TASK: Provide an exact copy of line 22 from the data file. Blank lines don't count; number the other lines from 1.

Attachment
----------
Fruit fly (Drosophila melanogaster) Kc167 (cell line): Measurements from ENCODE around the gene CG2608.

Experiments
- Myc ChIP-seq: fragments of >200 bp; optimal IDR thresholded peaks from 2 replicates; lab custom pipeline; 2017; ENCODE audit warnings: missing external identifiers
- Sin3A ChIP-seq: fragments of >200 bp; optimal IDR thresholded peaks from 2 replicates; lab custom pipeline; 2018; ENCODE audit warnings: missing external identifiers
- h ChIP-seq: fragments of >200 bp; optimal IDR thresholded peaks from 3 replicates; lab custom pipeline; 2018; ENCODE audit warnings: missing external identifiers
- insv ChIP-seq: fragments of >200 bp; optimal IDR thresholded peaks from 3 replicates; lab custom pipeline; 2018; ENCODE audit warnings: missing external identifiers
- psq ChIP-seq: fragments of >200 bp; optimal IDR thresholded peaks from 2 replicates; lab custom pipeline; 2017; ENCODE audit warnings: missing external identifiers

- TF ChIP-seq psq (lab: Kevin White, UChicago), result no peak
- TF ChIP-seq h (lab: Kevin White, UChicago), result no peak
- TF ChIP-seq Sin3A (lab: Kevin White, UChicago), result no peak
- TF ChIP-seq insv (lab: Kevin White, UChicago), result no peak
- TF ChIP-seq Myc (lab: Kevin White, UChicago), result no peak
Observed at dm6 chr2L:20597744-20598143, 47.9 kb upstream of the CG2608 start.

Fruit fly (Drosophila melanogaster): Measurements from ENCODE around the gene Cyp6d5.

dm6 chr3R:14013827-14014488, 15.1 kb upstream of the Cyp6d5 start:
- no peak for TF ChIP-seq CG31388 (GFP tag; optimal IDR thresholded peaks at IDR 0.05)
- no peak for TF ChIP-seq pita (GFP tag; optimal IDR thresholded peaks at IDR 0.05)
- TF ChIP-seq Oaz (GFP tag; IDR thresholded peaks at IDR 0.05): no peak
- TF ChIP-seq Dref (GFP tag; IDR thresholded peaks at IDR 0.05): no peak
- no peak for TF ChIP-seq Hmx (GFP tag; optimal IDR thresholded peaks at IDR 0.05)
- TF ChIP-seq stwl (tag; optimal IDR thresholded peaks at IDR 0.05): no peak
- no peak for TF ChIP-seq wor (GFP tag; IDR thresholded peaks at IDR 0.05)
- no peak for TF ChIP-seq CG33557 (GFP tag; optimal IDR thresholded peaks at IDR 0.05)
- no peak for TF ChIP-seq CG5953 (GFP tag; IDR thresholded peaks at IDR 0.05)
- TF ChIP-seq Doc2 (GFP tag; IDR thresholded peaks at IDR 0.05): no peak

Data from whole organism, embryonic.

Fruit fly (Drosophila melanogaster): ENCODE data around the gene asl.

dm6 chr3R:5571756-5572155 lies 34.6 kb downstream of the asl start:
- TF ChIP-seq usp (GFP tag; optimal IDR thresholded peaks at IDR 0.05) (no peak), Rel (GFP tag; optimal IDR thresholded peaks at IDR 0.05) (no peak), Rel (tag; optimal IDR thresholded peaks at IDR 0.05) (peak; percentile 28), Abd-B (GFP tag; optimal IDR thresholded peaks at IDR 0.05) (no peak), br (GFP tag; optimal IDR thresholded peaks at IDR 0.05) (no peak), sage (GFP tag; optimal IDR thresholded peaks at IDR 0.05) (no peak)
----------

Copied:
- no peak for TF ChIP-seq wor (GFP tag; IDR thresholded peaks at IDR 0.05)